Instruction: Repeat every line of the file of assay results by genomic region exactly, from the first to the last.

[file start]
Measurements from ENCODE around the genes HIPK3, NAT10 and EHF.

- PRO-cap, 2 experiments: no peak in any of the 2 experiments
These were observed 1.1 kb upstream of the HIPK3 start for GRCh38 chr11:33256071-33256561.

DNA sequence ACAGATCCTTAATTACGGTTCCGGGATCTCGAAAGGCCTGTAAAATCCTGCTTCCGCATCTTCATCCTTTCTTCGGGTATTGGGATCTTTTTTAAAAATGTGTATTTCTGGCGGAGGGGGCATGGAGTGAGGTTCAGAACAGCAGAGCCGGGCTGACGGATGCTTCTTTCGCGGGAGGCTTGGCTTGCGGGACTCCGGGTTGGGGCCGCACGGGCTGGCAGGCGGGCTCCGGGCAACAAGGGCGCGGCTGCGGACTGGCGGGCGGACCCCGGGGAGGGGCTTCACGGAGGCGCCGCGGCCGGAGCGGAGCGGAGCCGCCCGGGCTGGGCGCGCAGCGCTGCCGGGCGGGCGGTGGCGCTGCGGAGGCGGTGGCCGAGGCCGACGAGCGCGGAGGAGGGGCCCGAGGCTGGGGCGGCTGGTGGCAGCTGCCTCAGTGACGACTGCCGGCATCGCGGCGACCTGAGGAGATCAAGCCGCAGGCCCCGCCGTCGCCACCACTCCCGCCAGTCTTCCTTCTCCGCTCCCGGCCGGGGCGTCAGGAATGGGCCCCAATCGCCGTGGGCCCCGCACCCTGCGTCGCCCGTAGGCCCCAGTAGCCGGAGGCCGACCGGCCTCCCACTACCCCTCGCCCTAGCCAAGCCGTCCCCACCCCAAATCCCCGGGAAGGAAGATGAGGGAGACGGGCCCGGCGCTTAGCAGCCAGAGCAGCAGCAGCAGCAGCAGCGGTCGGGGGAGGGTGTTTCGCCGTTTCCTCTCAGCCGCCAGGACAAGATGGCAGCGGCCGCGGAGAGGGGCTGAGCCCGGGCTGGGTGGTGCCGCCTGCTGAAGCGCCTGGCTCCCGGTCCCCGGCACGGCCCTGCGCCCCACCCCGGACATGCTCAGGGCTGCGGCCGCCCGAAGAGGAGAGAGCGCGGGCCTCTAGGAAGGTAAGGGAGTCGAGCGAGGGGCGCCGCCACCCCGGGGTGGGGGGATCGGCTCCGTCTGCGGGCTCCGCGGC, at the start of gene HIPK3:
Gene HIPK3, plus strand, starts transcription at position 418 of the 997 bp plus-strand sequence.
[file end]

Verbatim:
Measurements from ENCODE around the genes HIPK3, NAT10 and EHF.

- PRO-cap, 2 experiments: no peak in any of the 2 experiments
These were observed 1.1 kb upstream of the HIPK3 start for GRCh38 chr11:33256071-33256561.

DNA sequence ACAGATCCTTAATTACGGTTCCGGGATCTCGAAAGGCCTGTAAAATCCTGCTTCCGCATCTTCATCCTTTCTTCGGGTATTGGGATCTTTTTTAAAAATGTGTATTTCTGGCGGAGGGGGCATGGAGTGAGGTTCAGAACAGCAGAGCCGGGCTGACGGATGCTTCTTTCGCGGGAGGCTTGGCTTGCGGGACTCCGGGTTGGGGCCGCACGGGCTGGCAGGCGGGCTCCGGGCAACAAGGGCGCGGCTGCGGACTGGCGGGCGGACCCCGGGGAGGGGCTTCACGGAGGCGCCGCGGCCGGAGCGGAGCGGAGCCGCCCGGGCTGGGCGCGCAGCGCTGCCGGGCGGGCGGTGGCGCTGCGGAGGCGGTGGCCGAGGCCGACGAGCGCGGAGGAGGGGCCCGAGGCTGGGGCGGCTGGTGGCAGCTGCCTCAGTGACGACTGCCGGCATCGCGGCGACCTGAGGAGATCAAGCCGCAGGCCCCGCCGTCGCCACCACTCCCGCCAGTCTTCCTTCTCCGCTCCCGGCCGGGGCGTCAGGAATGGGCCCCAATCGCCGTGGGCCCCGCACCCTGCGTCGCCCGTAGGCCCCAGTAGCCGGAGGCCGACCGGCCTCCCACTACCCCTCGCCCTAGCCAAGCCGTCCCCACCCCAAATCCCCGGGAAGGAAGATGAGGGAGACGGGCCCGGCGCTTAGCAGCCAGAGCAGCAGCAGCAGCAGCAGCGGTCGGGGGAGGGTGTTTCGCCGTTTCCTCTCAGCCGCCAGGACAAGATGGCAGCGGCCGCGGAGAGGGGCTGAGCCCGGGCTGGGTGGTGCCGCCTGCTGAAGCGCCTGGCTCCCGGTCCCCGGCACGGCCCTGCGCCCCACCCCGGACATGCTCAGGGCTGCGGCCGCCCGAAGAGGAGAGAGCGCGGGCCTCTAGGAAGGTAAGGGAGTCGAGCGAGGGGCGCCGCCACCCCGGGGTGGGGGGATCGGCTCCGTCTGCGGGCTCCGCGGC, at the start of gene HIPK3:
Gene HIPK3, plus strand, starts transcription at position 418 of the 997 bp plus-strand sequence.